In a few years between 1960 and 1964, everything changed for young people in Britain. Teenagers were recognised as an emerging social class with some spending power and influence, and pop music replaced traditional band music as the choice for most people under 25. With the music came new dances, rebellious attitudes, and fashion statements. Sides were chosen, and young people dressed to show their affiliations to one kind of music or another.
The once-famous Chris Barber band and their singer posing for a publicity photo at the Marquee Club in London, 1960. It would not be too long before they would have trouble getting work performing to young people.
Young people ‘Jiving’ at the Lyceum Ballroom in London, 1960. This building is once again a theatre, and hosts the long-running musical, The Lion King.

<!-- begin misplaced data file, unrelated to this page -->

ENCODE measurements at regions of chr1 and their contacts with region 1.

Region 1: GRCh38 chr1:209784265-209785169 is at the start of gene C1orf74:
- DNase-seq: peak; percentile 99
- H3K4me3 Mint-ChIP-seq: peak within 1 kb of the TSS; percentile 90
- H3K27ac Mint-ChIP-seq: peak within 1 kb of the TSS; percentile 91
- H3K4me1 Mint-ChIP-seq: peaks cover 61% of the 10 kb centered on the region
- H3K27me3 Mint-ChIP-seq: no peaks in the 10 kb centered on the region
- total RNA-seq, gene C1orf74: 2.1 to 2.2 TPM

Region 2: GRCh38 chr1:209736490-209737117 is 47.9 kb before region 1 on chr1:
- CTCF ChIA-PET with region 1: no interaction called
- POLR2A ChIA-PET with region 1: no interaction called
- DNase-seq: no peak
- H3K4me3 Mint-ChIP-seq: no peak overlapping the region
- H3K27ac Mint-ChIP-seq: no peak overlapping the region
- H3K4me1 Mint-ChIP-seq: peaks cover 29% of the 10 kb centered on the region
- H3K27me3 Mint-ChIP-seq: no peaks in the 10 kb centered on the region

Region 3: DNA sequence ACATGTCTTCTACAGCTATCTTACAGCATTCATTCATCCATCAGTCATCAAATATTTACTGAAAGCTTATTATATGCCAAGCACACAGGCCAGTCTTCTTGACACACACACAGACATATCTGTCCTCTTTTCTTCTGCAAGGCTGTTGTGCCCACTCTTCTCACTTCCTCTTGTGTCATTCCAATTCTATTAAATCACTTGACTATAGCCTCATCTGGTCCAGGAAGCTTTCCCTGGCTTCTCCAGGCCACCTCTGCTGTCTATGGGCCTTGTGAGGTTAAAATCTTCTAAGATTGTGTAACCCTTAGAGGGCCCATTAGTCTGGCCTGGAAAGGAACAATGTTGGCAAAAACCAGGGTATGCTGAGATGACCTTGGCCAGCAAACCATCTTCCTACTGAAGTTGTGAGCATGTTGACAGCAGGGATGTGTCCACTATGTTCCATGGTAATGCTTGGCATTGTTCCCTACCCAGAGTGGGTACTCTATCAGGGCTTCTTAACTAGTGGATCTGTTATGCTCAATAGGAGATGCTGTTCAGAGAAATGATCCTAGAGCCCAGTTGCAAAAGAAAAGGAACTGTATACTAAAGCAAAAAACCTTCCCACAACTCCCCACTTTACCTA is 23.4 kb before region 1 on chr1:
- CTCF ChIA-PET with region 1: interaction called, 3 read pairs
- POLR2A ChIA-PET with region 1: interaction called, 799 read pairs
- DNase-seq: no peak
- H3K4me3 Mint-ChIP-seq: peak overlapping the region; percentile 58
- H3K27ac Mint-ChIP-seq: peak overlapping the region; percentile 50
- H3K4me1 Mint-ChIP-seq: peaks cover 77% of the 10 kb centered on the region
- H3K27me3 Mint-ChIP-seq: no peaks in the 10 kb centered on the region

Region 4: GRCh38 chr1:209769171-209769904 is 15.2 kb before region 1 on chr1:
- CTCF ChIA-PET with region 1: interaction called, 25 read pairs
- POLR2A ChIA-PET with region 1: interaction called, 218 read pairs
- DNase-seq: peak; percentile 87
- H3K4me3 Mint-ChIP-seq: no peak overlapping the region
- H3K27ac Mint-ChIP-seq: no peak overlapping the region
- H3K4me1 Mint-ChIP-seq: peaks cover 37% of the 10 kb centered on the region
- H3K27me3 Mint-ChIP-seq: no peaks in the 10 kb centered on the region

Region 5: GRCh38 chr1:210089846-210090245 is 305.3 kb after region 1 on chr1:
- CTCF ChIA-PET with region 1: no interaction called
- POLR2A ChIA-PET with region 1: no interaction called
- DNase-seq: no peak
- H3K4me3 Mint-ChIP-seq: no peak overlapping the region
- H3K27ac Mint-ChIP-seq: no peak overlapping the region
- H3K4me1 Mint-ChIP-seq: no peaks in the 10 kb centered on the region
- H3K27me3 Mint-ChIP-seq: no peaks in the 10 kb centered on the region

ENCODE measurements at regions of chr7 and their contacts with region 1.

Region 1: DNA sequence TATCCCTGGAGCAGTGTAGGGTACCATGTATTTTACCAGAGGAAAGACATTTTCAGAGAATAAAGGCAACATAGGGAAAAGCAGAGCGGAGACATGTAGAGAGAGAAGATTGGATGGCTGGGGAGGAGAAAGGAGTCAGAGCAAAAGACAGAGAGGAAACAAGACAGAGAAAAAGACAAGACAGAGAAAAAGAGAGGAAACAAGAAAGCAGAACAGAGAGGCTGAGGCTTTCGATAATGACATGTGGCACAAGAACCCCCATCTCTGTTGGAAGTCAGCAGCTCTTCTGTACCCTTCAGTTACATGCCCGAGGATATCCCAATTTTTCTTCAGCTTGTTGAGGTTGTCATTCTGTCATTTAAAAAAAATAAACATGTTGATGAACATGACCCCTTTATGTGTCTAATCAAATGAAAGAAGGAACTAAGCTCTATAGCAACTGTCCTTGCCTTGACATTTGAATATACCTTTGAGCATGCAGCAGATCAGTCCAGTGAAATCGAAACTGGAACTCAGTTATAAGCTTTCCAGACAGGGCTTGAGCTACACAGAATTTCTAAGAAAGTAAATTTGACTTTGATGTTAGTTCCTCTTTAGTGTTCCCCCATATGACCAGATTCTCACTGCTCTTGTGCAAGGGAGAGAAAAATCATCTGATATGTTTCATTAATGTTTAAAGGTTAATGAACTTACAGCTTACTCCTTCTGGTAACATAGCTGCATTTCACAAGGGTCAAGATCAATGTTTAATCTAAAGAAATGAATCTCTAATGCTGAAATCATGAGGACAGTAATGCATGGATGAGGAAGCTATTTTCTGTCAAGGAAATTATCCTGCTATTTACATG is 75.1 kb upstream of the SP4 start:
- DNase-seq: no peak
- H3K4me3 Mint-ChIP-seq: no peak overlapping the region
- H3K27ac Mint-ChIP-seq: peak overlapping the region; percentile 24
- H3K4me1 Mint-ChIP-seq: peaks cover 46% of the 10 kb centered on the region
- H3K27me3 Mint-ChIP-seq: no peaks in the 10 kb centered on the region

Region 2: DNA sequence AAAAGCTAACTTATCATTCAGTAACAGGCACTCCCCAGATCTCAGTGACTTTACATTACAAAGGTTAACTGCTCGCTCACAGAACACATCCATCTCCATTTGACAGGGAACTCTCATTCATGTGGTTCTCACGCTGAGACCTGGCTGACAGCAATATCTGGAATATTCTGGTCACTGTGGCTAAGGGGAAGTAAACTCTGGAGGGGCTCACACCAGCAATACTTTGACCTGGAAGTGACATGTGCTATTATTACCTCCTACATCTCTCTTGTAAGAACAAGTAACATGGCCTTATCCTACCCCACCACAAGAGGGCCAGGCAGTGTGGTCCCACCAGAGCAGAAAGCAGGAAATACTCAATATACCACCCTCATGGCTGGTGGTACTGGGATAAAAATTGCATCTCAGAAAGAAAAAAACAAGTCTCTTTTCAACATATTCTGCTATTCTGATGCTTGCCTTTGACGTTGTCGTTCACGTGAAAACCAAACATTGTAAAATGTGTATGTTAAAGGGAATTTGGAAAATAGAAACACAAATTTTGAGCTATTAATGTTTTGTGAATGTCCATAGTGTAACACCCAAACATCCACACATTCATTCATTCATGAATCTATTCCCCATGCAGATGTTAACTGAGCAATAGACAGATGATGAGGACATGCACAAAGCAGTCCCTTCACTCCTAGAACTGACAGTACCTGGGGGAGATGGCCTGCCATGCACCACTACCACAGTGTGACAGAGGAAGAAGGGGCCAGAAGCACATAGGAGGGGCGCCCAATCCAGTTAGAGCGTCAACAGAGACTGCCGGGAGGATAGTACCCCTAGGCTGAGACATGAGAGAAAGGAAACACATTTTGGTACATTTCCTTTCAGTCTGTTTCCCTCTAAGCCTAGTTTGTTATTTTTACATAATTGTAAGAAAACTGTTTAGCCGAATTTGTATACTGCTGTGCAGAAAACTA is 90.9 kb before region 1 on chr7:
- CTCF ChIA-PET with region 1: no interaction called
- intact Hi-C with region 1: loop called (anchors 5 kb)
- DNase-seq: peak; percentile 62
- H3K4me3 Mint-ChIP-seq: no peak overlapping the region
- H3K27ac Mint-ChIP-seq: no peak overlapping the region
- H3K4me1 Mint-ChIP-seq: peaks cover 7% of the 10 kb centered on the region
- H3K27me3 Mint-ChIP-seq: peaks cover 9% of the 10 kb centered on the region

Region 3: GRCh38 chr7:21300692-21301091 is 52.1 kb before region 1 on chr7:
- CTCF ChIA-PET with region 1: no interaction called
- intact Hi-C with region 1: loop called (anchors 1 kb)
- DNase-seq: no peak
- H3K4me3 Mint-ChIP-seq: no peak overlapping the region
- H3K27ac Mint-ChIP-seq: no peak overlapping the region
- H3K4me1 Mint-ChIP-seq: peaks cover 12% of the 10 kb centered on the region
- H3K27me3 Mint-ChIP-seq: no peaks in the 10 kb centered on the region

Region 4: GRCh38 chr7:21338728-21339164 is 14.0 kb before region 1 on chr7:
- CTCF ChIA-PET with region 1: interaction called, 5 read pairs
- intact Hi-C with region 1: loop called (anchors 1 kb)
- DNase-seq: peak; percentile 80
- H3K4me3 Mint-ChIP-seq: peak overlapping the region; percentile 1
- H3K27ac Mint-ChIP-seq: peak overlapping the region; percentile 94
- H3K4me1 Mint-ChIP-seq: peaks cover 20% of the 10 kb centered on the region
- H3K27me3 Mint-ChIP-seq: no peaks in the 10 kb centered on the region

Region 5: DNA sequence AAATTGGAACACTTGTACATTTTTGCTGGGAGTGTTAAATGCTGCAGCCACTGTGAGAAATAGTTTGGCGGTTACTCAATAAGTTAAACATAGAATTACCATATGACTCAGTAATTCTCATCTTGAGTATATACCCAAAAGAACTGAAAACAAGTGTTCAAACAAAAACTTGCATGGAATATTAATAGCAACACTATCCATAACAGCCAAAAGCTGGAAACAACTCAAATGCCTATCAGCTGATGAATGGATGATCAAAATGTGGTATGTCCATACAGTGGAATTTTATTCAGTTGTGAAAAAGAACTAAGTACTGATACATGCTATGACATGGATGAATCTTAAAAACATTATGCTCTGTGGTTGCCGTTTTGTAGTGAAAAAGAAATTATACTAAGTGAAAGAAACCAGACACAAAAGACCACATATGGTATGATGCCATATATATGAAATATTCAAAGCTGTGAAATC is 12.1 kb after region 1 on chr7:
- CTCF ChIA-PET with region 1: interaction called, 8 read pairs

Teddy Boys posing on a London Street. They preferred Rock and Roll music, and later allied with ‘Rockers’, who rode powerful motorcycles and liked the same style of music.
Then the ‘Mods’ arrived. Smart dressers who rode Italian scooters and liked Soul music and Ska.
One young model showing off Mod clothes here (light couloured suit) is Marc Bolan, later famous as the singer in T-Rex.
It wasn’t long before The Mods and The Rockers were clashing. They used to congregate at seaside resorts close to London, and had many famous ‘battles’ on the beaches.
These young middle-class people are showing off what they believe to be the Mod style. They didn’t get it quite right, unfortunately.
A small gathering outside the famous Flamingo Club in London. Originally a Jazz club, it adapted to the new music favoured by Mods, as did The Marquee Club. One of them is Zoot Money, a popular musician, and another is Andy Summers, who later found fame in The Police with Sting and Stewart Copeland.
Two Mod girls dancing in The Marquee Club, 1964.